The Progressive Development Forum has been set up as a space for people involved in international development in Britain to discuss concerns related to the sector – particularly the lack of any political analysis and the dominance of the ‘aid’ paradigm. The following charter has been drawn up, in a collaborative process between participants, as a statement of the Forum’s identity and intent:

(as adopted 22 January 2014)

We believe injustice, inequality and poverty are political conditions, and that solutions must be based upon a just and equitable redistribution of power. The organisations and institutions that we work for, with and through in the UK and worldwide must take on a more critical analysis of power and engage in political processes to tackle the inequalities of power, wealth and resources that create and maintain injustice and poverty.

We commit to Progressive Development, specifically:
• defining international development as radical change which challenges the status quo of power and hierarchy
• opposing the perception and practice, wherever we find it, that development is about service delivery and aid, rather than social justice
• implementing programmes and strategies that are motivated by empowerment and justice, not charity, pity and the vague aim of doing things for people
• empowering those without power to change their own lives, with our support in removing the global, national and local obstacles which currently prevent this
• using images in our work that tell the truth and treat people with dignity and respect
• listening to, learning from and acting in solidarity with those grassroots and social movements, South and North, that embrace a radical vision and seek to challenge a system that benefits few and impoverishes many
• promoting a gender-just vision of development that is inclusive of all women and men
• joining and working alongside existing social movements fighting for social, economic and environmental justice
• using the facts and evidence about inequality and its causes in all our advocacy, campaigning, fundraising and communication with the public, with government, with donors and with others we seek to influence
• acting with honesty and humility as individuals working for global justice, recognising that we don’t have all the answers and we don’t speak for others
• being the change we want to see, and seeking to make our organisations and institutions reflect all these commitments and become truly progressive places that we are proud to work for and represent

This charter is a statement of individual commitment and professional behaviour, and it is intended to influence our own organisations and those we work with. It is underpinned by a belief in the promotion and realisation of human rights for all people, everywhere in the world.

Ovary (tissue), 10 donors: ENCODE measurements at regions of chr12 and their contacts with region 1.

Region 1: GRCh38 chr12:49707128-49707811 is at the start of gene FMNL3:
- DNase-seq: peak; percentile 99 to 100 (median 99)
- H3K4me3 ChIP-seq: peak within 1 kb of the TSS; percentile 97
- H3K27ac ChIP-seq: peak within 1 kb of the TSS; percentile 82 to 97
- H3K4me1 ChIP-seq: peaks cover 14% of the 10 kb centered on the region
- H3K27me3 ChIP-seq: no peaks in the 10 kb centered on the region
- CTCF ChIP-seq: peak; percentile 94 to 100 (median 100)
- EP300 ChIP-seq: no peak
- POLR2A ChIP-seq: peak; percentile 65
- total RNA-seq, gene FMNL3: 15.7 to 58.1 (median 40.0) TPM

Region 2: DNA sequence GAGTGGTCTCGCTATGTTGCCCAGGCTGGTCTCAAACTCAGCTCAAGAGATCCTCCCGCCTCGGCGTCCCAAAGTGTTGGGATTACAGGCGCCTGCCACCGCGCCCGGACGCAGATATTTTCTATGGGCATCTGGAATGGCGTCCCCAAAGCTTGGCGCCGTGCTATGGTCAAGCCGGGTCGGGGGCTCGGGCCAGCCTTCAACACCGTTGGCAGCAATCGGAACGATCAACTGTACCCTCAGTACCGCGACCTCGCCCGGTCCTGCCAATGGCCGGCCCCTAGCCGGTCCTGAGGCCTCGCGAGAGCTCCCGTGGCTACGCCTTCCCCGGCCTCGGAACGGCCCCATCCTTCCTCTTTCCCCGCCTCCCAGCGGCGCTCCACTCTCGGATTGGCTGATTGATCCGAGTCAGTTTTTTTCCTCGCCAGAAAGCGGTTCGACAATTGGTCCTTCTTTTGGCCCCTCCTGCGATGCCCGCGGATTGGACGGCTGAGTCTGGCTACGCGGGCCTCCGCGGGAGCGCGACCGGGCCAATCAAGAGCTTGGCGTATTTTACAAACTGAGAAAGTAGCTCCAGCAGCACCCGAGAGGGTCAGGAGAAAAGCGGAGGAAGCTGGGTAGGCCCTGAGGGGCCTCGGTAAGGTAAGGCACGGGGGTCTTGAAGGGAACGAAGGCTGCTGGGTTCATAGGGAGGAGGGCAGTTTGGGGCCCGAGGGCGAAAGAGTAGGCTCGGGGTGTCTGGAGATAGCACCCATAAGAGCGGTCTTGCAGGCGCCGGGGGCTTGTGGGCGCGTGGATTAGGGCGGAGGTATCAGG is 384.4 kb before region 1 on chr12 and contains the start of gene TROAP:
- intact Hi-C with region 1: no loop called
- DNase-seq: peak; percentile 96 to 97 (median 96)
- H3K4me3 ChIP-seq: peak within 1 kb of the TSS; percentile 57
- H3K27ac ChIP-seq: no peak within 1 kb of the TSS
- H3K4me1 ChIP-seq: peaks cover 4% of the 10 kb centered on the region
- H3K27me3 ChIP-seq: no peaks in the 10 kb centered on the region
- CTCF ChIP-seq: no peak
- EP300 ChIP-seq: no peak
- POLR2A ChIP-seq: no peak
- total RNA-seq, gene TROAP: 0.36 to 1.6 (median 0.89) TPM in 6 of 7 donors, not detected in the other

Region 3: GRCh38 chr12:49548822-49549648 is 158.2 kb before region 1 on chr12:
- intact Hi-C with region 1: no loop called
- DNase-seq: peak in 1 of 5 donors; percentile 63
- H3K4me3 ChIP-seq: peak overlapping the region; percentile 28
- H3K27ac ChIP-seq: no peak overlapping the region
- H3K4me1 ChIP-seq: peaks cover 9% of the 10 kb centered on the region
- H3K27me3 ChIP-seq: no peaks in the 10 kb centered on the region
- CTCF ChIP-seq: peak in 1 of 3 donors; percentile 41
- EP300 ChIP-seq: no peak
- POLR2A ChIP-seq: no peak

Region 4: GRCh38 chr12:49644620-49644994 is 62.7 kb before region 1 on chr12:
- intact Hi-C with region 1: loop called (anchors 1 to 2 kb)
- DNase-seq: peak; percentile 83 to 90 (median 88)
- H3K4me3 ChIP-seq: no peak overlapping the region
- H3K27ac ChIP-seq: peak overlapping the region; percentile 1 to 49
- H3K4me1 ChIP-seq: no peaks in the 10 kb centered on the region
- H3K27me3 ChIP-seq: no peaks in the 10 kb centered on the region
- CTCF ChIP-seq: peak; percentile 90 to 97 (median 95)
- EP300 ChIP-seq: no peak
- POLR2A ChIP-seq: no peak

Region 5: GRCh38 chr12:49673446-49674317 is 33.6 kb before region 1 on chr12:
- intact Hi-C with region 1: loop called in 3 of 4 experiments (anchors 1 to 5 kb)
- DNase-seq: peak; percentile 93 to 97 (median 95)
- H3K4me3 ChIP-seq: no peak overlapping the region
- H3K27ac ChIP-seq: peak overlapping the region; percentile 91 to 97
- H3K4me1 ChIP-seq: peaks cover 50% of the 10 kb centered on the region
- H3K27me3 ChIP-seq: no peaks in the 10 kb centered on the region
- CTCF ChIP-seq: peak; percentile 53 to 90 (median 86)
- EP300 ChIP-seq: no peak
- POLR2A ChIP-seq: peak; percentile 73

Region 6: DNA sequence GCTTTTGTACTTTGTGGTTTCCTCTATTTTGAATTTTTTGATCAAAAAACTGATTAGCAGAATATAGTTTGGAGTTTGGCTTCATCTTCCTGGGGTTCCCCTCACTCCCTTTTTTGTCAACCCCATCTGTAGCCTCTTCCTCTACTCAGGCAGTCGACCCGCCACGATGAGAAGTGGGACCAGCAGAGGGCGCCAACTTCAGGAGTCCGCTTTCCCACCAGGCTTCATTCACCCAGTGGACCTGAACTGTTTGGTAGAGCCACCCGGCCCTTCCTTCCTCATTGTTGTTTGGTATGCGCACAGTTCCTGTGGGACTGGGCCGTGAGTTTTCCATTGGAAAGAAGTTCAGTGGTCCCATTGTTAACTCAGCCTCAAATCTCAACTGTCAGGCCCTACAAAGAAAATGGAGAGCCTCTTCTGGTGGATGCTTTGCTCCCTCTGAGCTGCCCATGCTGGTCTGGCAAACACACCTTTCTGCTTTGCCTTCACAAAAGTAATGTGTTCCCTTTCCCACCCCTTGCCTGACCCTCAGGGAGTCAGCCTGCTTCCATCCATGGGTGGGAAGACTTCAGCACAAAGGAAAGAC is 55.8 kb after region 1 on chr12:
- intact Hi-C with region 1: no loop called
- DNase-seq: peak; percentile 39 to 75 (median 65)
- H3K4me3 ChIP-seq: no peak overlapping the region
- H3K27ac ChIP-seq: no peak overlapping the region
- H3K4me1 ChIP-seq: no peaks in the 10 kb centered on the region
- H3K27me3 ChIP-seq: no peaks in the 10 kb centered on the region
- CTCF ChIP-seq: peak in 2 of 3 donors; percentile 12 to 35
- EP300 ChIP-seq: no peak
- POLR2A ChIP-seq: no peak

5 Responses to About

  1. Anna Thomas says:

    A further reminder that David Cameron leading global justice stretches all credibility… a blog that coincided with the recent post 2015 meeting in Liberia. For me, this kind of approach is the best way to balance the debate.


    • Anna Thomas says:

      …and I meant this comment to appear in the general blog not here and now I can’t seem to move it… my technical expertise knows no bounds. Oh well..

  2. amyrhall says:

    Hi all. I thought you may be interested in our new timeline (http://nin.tl/16Mngnq) which also mentions the Progressive Development Forum and the issue of imagery. Sorry for the slightly spammy comment.

  3. Pingback: Common Threads – January 2014 | Common Cause

  4. Africa children need real development and real jobs and not charity .They need an enabling environment that would help them harnesss their pontentials and in turn use it to develop their continent .African children need social justic and all the corrupt leaders who have mis-managed Africa resources must be prosecuted and brought to book .How can Africa that is blessed with the largest deposit of natural resources and human resources be depending on aid from west that went away with her resources during the colonial era to develop their nations ?Almost all the past and current generations of Africa leaders have mismagement the continent enconomy .They have frantenize with the west to damage the continent .How are we going to fix the continent ?We need revolutionary and visionary leaders who will drop their bloods for the political emancipation of the continent from the hands of bad leaders .Aid can’t save the continent ..Now is the time to take the bull by the horn .

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